Yeah. Burpees and then I had a lot of squat thrust, I’ve been doing a lot of squat thrust. Then bodybuilders, which is like a squat thrust including a plank jack and a push-up.

David TaoDavid Tao

Do you have any idea of how many burpees you did over your time incarcerated?

Coss MarteCoss Marte

 Oh, I don’t know but…

David TaoDavid Tao

Are we talking like this, hundreds of thousand or the millions is really my question?

Coss MarteCoss Marte

I have, but there was days that we were doing 12,000 burpees.

David TaoDavid Tao

12,000 burpees. How would you split that up?

Coss MarteCoss Marte

We’ll do like 50 a stat. We’ll go back and forth, so we’ll split it up. We’ll do 20 something stats. Basically, I’ll knock on my 50 while somebody else is taking a break, they’ll knock out their 50 — 50, 50, 50. We’ll have three different groups and we’re to say, “50 boom, 50 boom, 50 boom,” and just going around in a triangle form.

David TaoDavid Tao

You say 50 burpees like it’s just doing five push-ups but it’s a little more…For a lot of people, they’re like “done”, 50 burpees and they’re done.

Coss MarteCoss Marte

We were taking shit to the next level and just working out obsessively. Because you just have the time to commit and you’re seeing that everybody else just sitting around sometimes. You use the time to move around.

David TaoDavid Tao

When you were incarcerated or when anyone is incarcerated, you obviously talk about going out to the yard and running laps or running from light poles, like a way to start when you were on that weight loss journey.

 

What about people who might be confined to their cells or in solitary confinement, did you know prisoners who were working out, trying to find to do in solitary or when they were restricted to a smaller space?

Coss MarteCoss Marte

Yes, I was in solitary. I came up with the idea of CONBODY while I was in solitary. My story gets a little bit deeper there. That’s where I created the whole CONBODY routine, exercises.

 

B

 

I came up with the 90-day program there, I actually came out with a book called “CONBODY” that I wrote basically in solitary, and teamed up with a co-writer that helped me construct it a little bit better.

 

The whole workout that we’ve done is all designed for small constraint spaces, just like a prison cell. Like right now, COVID time, it’s been a blessing for us than a curse. I mean it’s a bad time for a lot of industries but thankfully we’ve been able to thrive because of the simple nature of what we’re doing.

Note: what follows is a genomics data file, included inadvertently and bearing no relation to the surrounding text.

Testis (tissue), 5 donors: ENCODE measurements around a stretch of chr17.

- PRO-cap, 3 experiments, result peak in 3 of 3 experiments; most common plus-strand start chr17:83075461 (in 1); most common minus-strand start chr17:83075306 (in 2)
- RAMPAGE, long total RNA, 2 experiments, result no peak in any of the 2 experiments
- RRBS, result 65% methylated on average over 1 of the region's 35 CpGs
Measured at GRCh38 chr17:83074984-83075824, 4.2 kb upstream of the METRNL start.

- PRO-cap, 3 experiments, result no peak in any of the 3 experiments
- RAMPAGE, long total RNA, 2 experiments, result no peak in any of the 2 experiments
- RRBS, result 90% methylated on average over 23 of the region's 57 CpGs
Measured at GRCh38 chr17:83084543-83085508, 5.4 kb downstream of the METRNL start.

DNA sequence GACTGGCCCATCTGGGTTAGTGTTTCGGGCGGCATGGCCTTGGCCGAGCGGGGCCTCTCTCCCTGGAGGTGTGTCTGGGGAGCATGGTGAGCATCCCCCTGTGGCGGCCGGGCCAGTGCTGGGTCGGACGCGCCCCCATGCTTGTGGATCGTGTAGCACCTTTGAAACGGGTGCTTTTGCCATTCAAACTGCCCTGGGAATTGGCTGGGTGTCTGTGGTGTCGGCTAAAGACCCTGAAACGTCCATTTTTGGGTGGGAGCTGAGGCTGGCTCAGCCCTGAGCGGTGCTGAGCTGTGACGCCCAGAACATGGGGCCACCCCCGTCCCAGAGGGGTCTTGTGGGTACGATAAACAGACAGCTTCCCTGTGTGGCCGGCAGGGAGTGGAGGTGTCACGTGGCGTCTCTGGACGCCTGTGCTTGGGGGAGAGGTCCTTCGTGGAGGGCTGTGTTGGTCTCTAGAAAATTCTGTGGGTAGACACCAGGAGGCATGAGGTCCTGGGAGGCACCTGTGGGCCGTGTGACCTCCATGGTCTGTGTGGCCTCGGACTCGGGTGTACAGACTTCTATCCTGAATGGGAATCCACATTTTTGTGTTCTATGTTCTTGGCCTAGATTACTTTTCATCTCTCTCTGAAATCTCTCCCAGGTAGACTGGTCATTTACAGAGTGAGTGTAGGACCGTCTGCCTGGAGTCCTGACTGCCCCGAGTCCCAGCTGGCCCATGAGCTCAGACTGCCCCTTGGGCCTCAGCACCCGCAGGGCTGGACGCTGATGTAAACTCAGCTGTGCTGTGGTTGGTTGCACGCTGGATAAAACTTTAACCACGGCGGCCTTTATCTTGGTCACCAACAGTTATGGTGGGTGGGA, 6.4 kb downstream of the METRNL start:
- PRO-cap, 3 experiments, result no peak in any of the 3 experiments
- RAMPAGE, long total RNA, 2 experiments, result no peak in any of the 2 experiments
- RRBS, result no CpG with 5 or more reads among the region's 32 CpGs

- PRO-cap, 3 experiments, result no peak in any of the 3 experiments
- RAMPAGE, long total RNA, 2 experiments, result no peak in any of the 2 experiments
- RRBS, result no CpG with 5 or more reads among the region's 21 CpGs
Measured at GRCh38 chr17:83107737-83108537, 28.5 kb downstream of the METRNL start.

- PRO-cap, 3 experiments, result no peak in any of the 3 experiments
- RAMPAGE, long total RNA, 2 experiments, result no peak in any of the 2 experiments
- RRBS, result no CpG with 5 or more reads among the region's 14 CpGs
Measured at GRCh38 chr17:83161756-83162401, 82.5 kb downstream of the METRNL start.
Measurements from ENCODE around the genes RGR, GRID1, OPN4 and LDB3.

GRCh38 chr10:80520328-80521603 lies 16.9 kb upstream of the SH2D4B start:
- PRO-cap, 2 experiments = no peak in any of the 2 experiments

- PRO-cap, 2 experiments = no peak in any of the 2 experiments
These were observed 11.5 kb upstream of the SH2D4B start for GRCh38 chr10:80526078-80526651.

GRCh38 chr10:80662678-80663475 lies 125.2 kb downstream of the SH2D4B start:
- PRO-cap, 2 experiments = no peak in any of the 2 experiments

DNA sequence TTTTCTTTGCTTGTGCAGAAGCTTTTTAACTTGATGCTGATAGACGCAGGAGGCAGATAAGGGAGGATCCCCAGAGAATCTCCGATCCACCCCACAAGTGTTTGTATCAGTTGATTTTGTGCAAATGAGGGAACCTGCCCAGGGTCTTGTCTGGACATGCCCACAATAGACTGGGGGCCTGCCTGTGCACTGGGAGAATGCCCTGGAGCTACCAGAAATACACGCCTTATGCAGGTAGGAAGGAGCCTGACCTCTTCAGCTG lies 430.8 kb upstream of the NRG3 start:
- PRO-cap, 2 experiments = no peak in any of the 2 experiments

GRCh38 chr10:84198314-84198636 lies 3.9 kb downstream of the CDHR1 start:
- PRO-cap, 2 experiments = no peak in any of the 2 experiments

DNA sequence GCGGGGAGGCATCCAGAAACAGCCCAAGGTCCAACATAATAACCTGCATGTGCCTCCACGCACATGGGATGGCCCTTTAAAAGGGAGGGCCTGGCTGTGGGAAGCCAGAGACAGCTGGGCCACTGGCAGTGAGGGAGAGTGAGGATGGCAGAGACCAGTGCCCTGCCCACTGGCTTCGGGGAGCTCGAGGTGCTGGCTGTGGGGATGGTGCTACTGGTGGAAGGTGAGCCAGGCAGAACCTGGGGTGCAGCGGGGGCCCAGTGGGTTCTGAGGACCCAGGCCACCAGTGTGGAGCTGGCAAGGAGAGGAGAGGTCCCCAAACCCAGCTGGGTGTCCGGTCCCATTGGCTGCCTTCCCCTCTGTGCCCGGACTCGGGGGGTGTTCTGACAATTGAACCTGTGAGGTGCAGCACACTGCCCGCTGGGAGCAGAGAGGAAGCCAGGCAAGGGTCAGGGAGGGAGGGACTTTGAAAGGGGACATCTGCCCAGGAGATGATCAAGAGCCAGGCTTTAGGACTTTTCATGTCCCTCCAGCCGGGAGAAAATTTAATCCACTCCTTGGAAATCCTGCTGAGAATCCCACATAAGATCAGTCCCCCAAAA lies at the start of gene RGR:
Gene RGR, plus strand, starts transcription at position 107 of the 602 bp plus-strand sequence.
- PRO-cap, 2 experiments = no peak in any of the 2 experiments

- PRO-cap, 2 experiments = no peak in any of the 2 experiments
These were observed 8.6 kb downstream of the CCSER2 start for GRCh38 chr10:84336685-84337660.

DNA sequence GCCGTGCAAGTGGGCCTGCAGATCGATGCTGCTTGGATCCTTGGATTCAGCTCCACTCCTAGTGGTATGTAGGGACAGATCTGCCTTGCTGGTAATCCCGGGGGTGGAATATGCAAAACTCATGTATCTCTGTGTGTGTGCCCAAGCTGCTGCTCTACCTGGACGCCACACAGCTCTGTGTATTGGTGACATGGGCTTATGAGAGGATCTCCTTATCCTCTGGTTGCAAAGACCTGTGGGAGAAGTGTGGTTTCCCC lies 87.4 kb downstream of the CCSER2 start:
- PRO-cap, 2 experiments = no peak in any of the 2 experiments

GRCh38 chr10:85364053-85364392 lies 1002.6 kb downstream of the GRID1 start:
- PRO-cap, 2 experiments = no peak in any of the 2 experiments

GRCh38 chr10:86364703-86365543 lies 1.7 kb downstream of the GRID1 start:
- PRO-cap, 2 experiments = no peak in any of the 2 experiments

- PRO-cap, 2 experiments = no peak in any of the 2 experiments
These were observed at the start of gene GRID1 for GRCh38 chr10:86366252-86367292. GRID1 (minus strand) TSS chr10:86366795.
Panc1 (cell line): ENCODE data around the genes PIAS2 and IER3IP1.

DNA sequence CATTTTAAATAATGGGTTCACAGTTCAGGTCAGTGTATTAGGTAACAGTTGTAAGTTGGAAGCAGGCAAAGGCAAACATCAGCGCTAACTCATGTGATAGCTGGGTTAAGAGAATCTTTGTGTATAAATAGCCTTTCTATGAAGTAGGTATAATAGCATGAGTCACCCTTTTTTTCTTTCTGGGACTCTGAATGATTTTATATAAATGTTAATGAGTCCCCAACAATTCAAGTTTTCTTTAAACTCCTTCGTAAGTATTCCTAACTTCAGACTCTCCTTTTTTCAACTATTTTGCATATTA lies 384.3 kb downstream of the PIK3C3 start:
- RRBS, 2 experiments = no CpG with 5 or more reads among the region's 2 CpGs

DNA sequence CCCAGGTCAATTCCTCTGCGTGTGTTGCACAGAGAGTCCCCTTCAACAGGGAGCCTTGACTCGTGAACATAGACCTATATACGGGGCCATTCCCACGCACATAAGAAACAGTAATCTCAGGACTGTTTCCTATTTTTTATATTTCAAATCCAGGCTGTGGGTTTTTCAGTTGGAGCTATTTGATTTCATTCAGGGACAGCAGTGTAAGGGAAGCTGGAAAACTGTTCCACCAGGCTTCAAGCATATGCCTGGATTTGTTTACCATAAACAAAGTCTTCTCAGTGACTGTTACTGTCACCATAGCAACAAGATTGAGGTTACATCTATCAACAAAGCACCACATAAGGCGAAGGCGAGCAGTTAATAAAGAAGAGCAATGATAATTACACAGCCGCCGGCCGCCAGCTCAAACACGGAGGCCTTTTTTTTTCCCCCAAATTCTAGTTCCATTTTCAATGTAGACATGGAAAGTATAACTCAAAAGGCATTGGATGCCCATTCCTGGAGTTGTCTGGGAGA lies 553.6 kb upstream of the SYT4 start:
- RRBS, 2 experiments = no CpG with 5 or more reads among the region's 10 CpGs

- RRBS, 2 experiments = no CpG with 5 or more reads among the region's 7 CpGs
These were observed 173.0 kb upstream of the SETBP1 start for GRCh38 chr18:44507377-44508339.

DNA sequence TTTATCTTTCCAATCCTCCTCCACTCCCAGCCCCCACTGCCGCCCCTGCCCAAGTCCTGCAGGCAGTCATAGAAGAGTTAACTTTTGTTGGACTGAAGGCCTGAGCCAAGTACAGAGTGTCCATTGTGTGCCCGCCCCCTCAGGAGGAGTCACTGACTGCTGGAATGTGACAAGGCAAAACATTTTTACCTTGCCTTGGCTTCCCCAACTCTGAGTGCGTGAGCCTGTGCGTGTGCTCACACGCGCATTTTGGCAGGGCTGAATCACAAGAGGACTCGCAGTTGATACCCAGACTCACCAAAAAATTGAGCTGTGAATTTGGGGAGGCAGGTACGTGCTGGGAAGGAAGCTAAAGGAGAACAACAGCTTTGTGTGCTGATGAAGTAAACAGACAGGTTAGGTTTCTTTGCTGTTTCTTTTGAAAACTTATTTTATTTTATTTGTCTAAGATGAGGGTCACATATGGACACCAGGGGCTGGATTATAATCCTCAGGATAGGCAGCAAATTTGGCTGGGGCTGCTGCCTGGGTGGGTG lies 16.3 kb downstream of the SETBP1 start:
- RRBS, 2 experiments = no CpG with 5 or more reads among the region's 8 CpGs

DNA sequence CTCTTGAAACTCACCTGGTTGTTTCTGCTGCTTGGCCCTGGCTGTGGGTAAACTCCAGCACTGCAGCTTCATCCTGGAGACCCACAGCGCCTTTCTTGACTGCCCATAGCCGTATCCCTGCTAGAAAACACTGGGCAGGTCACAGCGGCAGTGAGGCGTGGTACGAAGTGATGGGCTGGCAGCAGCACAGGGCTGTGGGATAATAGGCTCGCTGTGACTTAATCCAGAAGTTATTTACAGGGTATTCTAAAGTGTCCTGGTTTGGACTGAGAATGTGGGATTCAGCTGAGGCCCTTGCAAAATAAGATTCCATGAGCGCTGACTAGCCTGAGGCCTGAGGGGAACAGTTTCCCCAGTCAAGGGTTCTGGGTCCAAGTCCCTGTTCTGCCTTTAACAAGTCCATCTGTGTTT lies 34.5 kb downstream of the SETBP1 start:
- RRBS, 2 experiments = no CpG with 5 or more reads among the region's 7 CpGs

David TaoDavid Tao

Let’s talk about the opportunities that you as a business have opened up for formerly incarcerated individuals. I know it’s a huge tenet of what CONBODY is, you hired instructor who are either coming out of prison or who were formerly incarcerated.

 

How are you finding and connecting with those individuals and what is the process…Like someone comes out of prison, they’re interested in fitness. Are you finding them or are they finding you at this point?

Coss MarteCoss Marte

Right now, everybody is just finding us. I get jail mail from across country, sometimes around the world. Right now we had a DM from, I think, somebody that was locked up somewhere in Europe.

 

He’s taking a phone into the prison system to DM me on Instagram because he wanted the job. It’s crazy the amount of people that are coming out and want to get into this field, but also they know the lockout opportunity is out there for them because of the discriminatory factors that one has to face when coming out of the system is real.

 

It’s not an easy process to get through what we do. I have people going through a two-and-a-half-week internship deal before they’re ready to be part of the team. That’s what we do, basically.

 

For example, somebody that will come out of the prison system, I’ve had people knock on our doors the next day, and they’re like, “Hey, I’m looking for a job. I’ve been training in the yard for 10 years. I know how to work out.” I’m like, “Do you have any personal trainer’s certification?” They’re like, “No.”

 

I was like, “You need to get that first.” There’s that also, “How do I do that?” “I have other organizations that would sponsor your personal training certifications, but you have to go through these programs.”

 

I’ll have them go two weeks soft skills, hard skills, resume-building workshop through one of our non-profit organizations. They start working with us and we’ll pay them a stipend for two months. After two months, if they get their certification and they want to get on board, that’s how we on-board them.

David TaoDavid Tao